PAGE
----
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The sequester cuts will be in place for a decade, unless Congress acts to repeal them. A tax deal at the end of 2012 pared back this year’s cuts. Next year’s are on track to be larger.
Davis said, “That’s where the ax chops off our heads.”
When school starts this fall, more than 500 preschoolers in Minnesota will lose their access to Head Start and 120 employees will lose their jobs with the program designed to give children from low-income families a leg up on kindergarten.
The program already cannot meet the need. In Hennepin County alone, 2,400 children participate in Head Start, but another 1,000 are on waiting lists. Now administrators there are planning to cut at least 14 staff and 90 class slots for children. That makes White uneasy.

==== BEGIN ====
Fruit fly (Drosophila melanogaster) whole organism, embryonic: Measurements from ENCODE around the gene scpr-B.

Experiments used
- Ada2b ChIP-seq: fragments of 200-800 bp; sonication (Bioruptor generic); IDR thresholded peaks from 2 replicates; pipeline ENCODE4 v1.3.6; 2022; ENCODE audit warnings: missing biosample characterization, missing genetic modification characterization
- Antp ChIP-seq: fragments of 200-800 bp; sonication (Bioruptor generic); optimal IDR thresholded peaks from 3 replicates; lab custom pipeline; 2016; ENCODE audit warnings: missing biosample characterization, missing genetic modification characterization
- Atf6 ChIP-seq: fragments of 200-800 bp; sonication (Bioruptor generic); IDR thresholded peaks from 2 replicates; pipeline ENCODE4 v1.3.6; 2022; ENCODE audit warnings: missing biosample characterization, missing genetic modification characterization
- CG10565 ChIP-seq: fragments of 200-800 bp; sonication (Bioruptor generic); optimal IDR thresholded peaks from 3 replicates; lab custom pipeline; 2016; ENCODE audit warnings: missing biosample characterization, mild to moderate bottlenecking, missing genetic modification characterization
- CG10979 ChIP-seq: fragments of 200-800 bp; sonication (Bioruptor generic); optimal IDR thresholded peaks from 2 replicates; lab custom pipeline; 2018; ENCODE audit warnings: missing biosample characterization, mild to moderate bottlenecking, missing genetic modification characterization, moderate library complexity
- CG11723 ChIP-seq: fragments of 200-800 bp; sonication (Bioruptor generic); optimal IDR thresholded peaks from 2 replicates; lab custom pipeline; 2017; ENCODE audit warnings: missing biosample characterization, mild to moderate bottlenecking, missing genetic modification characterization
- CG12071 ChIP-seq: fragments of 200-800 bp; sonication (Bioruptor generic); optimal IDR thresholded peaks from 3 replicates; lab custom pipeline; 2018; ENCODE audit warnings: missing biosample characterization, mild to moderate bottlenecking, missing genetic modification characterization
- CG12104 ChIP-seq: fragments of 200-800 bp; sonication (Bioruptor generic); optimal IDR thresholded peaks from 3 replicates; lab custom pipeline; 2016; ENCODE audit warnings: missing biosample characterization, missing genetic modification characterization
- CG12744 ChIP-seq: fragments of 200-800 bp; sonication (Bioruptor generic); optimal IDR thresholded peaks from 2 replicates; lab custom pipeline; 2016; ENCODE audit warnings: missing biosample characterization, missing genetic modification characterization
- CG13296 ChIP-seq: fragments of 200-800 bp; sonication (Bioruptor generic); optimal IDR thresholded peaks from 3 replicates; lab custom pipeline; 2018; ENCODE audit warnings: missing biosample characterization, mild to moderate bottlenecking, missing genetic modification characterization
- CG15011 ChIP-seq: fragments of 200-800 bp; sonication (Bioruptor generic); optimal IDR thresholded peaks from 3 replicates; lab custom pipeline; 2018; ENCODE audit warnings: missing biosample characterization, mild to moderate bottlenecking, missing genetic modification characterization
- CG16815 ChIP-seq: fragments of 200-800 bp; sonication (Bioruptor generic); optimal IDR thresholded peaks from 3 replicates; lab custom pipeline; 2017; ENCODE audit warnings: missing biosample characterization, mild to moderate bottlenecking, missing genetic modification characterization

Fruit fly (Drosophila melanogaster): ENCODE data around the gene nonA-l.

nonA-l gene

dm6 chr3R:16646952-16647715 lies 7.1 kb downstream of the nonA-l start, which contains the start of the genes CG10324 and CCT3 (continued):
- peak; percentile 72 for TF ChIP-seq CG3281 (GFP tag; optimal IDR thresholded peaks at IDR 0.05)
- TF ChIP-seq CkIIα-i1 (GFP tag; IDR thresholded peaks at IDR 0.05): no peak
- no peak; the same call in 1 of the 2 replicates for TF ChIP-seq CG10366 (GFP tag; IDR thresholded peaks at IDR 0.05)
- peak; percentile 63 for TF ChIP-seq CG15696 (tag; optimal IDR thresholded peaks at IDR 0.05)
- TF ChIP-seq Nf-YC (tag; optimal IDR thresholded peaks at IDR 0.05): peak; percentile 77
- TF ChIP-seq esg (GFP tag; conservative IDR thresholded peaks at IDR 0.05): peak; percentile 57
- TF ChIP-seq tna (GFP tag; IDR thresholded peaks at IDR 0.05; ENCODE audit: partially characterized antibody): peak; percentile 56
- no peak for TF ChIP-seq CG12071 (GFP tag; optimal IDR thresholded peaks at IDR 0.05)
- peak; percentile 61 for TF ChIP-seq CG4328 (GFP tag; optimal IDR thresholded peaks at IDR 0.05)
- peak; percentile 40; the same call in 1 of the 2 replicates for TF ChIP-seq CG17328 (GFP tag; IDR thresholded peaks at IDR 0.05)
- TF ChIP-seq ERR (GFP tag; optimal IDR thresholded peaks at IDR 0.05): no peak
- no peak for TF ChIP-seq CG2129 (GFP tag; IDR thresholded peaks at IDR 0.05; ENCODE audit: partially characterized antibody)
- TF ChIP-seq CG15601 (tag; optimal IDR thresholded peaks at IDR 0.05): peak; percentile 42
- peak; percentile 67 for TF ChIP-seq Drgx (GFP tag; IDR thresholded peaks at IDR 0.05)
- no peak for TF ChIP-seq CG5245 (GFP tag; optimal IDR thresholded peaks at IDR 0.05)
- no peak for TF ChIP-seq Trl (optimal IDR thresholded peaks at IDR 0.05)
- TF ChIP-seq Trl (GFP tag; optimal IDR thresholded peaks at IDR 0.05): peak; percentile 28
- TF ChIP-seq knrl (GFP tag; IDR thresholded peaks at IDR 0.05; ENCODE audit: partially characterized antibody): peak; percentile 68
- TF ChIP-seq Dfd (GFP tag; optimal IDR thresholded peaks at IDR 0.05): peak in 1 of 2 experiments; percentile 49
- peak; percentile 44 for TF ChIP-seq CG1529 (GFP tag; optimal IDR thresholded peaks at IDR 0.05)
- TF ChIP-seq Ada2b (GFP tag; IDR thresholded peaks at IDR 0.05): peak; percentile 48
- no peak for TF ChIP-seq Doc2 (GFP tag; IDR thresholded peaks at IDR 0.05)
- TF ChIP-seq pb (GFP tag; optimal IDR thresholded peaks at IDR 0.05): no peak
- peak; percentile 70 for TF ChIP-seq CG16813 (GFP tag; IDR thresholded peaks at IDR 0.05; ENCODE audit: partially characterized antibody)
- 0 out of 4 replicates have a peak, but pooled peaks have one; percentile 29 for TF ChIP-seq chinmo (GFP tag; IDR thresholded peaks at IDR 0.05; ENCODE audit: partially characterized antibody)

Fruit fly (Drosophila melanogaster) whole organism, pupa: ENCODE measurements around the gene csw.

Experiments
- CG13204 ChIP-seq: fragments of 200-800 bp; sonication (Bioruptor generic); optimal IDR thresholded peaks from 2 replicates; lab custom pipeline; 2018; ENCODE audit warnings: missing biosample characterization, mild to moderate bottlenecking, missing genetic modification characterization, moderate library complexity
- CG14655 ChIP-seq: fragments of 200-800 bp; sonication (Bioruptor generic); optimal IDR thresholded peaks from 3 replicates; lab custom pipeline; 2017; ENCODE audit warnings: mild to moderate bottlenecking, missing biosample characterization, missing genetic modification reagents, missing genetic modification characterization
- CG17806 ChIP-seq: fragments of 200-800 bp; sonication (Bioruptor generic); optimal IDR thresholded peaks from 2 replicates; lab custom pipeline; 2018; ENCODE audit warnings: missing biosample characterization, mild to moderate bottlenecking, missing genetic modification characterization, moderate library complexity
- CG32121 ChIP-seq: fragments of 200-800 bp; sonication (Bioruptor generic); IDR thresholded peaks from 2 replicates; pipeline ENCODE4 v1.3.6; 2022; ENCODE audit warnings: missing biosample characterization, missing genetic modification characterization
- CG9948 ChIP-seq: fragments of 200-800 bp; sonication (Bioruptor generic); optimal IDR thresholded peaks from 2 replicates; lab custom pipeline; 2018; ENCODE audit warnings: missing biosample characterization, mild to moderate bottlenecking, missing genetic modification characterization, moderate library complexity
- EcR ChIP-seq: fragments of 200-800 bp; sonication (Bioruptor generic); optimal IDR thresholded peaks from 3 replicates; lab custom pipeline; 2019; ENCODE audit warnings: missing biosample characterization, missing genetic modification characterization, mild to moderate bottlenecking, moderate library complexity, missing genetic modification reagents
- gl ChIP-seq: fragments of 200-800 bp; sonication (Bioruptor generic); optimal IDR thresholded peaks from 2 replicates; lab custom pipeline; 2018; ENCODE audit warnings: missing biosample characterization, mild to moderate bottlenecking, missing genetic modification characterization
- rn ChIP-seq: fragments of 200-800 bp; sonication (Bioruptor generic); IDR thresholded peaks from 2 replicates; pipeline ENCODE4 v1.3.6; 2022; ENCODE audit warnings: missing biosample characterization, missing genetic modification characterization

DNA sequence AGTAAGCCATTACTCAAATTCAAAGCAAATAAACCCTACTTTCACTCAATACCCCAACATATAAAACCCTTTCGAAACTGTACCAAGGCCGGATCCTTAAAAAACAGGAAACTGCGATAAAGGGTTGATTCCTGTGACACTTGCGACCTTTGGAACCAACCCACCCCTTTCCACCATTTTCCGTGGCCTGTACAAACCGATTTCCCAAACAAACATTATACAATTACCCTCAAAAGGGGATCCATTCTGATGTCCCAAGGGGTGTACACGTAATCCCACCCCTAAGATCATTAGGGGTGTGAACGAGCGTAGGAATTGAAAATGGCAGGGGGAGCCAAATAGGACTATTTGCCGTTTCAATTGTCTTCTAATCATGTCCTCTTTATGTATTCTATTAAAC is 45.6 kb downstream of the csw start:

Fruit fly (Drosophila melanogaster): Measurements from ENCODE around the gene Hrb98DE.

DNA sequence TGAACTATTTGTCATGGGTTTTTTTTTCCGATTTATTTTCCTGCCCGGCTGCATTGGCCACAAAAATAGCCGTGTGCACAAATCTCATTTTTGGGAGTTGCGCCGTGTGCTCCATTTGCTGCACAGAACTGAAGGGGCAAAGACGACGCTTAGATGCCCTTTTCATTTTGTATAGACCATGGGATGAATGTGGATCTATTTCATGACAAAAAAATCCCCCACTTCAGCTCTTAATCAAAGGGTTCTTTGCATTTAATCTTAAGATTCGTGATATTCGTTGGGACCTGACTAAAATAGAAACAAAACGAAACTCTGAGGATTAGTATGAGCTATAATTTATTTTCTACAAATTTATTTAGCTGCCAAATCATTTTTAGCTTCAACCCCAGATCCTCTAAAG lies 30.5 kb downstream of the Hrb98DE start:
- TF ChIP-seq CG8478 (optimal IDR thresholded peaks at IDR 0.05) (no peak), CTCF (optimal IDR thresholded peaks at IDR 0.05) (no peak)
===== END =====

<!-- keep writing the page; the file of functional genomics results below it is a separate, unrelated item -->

“It’s not only for children,” she said. “It affects us a lot as parents.”
The entire country felt the sequestration’s sweep in April, when furloughs of air traffic controllers triggered major flight delays. Complaints spurred Congress to pass a bill that allowed the Department of Transportation to transfer a quarter of a billion dollars to keep airport towers staffed.
Rowan, the head of Metro Meals on Wheels, said cuts to other programs should rile Congress just as much. When fiscal year 2014 begins on Oct. 1, $91 billion in federal spending must be cut, along with $18 billion in mandated cuts in programs such as Medicare.
“The only changes that I can hope for is Congress … making some foxhole budget solutions that don’t balance the budget on the backs of people that can afford it the least,” Rowan said.
Corey Mitchell is a correspondent in the Star Tribune Washington Bureau. Twitter: @C_C_Mitchell